The Lazy Tour Of Two Idle Apprentices, By Charles Dickens
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In the autumn month of September, eighteen hundred and fifty-seven, wherein these presents bear date, two idle apprentices, exhausted by the long, hot summer and the long, hot work it had brought with it, ran away from their employer. Thus starts The Lazy Tour of Two Idle Apprentices (1857) written in collaboration between the two renowned Victorian novelists Charles Dickens and Wilkie Collins. Before the book took the form of a novella, it was serialized in Dickenss periodical Household Words. It tells the story of two idle young men who are actually nothing but caricatures of the two authors themselves. They both go on a trip to Cumberland in North West England and start speaking about their adventures there. While the fictional Thomas Idle stands for Collins, Francis Goodchild stands for Dickens. For Francis, idleness is to spend ones time without doing anything of significant importance while Thomas decides, after a number of misadventures, that activity is the root of all evil and that the only way to remain safe is to do absolutely nothing. Generally, the book is the authors very enjoyable satire of themselves and of each other although it also includes some reflections on social issues such as poverty and class differences.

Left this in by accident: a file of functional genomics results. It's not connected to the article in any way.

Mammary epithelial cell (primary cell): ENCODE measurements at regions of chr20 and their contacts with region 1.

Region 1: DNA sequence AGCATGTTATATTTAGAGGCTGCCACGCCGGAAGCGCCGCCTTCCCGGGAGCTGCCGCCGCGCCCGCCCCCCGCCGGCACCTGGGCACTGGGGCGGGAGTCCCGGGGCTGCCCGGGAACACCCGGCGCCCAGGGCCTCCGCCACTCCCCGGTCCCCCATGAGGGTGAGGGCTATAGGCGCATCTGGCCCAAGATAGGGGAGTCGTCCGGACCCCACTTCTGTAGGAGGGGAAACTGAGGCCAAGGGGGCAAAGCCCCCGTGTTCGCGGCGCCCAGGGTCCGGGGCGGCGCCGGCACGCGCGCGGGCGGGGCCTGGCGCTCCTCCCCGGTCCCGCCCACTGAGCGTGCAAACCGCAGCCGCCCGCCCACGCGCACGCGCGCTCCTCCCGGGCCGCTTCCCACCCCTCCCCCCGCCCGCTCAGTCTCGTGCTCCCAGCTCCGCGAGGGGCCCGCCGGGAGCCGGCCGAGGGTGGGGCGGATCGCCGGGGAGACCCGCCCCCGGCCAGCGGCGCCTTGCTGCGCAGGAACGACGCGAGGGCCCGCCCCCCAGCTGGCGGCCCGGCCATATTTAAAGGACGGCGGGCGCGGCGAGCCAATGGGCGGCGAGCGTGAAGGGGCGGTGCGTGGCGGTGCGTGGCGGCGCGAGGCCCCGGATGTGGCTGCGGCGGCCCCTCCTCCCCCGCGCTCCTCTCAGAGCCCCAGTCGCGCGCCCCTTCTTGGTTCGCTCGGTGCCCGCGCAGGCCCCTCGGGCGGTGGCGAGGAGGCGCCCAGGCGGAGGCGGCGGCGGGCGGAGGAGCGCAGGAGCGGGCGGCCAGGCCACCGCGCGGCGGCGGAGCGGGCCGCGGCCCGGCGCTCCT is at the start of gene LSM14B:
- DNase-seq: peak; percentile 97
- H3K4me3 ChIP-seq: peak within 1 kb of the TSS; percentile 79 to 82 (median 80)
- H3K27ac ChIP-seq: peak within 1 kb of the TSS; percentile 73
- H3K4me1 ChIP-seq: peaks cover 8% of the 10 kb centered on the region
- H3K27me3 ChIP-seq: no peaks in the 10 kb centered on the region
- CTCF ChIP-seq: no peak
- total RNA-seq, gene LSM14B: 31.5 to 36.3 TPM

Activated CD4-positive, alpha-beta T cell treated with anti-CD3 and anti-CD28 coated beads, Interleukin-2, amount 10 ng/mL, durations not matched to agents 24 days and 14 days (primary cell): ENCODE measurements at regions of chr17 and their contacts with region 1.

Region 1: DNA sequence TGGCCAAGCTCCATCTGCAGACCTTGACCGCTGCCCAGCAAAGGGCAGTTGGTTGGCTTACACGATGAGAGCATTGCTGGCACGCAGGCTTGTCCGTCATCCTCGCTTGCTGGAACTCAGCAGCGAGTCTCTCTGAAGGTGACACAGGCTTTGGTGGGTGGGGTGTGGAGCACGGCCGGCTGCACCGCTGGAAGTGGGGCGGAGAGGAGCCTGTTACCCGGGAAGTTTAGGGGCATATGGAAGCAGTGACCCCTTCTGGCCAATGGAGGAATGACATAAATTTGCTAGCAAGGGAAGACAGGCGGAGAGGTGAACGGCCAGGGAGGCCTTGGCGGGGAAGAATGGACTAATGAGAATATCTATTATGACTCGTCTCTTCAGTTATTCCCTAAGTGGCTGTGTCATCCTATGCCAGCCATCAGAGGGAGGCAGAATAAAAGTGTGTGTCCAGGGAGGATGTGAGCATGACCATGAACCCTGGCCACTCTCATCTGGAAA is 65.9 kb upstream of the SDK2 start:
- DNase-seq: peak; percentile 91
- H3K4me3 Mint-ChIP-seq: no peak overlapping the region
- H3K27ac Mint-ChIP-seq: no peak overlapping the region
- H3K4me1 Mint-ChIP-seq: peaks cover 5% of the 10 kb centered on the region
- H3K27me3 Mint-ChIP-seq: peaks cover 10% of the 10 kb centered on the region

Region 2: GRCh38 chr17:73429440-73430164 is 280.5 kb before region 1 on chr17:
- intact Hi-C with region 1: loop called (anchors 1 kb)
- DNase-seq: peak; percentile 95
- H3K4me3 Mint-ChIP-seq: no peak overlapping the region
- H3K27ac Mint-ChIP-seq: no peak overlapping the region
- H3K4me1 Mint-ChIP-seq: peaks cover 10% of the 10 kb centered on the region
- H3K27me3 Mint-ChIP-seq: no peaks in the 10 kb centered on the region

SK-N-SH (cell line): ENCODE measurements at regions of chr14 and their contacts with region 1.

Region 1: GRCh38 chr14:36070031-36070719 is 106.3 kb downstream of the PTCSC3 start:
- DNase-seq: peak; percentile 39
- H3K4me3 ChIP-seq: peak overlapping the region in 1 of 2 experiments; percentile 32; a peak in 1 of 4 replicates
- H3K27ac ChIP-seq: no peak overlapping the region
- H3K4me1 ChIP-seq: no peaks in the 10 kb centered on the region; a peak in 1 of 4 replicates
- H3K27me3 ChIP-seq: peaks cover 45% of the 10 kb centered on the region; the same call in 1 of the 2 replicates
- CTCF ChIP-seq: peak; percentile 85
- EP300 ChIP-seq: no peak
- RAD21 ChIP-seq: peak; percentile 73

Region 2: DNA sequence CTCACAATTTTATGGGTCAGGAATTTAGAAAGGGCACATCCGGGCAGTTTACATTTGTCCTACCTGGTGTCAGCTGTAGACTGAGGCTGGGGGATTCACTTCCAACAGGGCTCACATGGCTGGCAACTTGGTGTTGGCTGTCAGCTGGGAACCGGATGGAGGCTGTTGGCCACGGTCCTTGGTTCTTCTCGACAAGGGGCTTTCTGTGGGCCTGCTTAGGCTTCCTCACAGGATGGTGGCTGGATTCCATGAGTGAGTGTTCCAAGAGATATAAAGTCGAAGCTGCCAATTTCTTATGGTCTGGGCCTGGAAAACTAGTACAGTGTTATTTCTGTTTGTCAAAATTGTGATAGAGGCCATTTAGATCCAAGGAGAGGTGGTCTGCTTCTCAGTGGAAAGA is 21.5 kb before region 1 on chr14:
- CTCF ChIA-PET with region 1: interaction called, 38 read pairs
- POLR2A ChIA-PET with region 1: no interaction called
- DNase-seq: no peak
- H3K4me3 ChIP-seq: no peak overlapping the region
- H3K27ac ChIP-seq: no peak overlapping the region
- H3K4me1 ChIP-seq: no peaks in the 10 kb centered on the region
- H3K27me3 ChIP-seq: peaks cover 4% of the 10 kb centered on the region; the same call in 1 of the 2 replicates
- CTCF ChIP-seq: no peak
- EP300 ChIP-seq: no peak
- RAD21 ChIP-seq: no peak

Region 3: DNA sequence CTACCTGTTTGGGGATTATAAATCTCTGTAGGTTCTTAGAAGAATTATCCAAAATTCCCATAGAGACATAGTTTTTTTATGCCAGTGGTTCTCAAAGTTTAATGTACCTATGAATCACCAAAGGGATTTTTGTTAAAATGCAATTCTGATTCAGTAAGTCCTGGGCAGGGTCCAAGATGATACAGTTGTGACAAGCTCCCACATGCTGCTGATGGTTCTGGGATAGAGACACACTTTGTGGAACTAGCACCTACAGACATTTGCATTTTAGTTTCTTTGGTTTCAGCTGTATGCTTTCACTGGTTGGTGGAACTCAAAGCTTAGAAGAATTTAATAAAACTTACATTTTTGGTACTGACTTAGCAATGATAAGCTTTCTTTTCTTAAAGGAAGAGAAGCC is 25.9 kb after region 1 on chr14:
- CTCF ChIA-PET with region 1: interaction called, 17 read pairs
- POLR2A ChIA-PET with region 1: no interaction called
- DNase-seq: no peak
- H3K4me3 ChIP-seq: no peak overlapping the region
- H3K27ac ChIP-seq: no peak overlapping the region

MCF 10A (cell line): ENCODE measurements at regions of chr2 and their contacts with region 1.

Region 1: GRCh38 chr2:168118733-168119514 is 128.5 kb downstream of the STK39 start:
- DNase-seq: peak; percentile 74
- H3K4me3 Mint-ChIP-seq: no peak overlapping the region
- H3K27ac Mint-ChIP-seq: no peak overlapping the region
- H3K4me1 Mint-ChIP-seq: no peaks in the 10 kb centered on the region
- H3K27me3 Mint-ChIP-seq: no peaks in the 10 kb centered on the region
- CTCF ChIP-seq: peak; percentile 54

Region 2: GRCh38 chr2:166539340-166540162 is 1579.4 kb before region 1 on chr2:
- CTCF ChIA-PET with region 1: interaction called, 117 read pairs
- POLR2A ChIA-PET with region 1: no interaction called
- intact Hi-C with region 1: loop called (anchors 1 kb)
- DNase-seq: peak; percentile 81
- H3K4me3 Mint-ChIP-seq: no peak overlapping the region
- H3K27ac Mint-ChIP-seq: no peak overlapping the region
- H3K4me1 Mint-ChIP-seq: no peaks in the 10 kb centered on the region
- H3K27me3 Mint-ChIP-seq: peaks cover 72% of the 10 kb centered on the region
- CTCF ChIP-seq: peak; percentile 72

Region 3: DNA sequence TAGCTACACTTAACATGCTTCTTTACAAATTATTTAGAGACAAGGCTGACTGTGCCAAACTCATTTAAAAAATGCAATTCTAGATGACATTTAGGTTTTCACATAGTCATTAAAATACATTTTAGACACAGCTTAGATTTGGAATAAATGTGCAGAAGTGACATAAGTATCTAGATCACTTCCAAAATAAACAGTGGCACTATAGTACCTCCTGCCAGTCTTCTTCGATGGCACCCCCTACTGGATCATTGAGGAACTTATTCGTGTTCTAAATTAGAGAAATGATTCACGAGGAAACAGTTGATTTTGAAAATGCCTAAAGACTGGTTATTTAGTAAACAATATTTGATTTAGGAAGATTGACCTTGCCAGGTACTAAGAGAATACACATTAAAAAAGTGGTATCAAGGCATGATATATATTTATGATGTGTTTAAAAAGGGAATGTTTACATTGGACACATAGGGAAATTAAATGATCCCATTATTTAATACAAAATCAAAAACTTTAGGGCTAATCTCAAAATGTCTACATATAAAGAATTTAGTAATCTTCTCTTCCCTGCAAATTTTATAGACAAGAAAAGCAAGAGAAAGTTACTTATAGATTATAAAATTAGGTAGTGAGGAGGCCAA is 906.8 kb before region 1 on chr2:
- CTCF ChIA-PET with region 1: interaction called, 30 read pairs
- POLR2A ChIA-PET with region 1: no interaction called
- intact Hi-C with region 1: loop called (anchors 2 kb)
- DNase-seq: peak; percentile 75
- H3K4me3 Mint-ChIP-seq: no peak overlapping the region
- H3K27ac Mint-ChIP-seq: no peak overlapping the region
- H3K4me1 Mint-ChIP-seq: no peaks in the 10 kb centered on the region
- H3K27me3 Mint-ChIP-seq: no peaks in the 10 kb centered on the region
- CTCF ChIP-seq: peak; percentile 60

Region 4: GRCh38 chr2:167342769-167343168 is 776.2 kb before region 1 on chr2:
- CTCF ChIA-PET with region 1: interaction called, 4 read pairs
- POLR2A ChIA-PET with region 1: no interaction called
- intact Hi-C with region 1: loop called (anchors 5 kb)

|Marke:||A Word To The Wise|
|EAN:||A Word To The Wise|